The phase-locked loop (PLL) is one of the key building blocks in many communication systems; providing a means for maintaining timing integrity and clock synchronization. The PLL can be used in various applications such as timing extraction from data streams, jitter mitigation and frequency synthesis.1,4,7
In this article, we describe the fundamental properties of a charge-pump PLL (CP-PLL). The CP-PLL derives its name from the fact that the phase detector (PD) output is a current source as opposed to a voltage source and "pumps" current into and out of the loop-filter. This form of PLL is popular because it is adaptable to integration in microcircuit devices. Therefore we focus the discussion on methods suitable for ASIC design. We provide mathematical models to study key parameters affecting the loop-bandwidth, peaking, jitter, noise and transient response.
The basic PLL (Fig. 2-1) consists of four fundamental components:
* Phase detector, PD
* Loop-filter, z(s)
* Voltage Controlled Oscillator, VCO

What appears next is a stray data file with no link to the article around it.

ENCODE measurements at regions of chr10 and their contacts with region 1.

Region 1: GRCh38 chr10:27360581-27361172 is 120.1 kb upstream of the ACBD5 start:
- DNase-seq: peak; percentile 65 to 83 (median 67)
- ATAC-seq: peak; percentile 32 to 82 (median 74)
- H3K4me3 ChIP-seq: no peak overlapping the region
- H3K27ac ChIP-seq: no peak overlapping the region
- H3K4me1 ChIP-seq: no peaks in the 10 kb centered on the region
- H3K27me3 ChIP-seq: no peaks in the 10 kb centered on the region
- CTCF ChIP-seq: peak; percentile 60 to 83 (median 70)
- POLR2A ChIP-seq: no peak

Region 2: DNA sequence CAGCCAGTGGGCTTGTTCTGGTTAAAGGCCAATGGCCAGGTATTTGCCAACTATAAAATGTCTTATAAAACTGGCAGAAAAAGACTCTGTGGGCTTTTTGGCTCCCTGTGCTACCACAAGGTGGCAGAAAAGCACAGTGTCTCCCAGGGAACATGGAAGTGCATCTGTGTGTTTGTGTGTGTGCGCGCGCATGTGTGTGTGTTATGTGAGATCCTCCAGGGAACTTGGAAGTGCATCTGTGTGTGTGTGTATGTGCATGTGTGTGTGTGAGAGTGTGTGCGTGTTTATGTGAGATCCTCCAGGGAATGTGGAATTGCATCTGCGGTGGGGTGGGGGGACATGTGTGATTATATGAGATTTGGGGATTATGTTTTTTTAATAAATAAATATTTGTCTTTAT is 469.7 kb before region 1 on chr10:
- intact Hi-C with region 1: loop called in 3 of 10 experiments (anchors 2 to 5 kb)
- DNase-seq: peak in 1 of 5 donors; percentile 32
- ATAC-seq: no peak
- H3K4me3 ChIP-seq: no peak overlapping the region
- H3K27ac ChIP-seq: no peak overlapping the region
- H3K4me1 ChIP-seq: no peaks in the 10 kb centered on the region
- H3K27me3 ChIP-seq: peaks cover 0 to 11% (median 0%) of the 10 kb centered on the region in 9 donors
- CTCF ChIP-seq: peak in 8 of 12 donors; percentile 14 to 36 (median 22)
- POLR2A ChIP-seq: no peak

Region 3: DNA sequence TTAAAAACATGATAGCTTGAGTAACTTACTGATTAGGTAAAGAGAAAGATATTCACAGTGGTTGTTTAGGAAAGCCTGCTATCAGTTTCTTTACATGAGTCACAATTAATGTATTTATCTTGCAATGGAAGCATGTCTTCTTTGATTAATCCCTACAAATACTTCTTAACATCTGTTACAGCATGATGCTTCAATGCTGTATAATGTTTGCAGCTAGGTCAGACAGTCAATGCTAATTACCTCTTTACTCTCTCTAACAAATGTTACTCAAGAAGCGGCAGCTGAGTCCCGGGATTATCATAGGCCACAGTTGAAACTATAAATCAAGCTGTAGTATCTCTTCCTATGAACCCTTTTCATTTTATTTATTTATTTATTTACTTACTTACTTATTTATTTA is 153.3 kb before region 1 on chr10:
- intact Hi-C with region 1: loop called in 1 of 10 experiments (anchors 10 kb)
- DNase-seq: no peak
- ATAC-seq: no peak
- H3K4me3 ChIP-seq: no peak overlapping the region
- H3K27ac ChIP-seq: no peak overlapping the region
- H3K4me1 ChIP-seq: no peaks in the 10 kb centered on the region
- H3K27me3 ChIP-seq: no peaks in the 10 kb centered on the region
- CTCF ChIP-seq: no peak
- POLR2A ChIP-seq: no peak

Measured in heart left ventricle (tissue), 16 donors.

* Divider, (1/n)
The phase detector (PD) compares the input signal fi with a reference, or feedback signal fr, to produce an error signal error signal Øe that is proportional to the phase difference between fi and fr.
The loop-filter extracts the low frequency content Øz of the phase error signal Øe, which is fed to a voltage-controlled oscillator (VCO). The VCO produces an output frequency ƒv proportional to the low frequency error signal Øz. The output signal ƒv is typically divided by a 1/n counter producing the reference signal ƒr.
The reference signal fr is fed back to the phase detector, forming a closed-loop system. Using negative feedback, the loop ensures that the input frequency fi equals the reference frequency ƒr and also that the phase of ƒi and ƒr are fixed with respect to each other. However, the absolute phase difference between ƒi and ƒr need not be zero. Note the divider inside the loop serves as a frequency multiplier. The output may be taken from either ƒv or ƒr therefore the output frequency is given by
A modification to the basic PLL is obtained by inserting an additional divide by m counter outside the loop (Fig 2-2).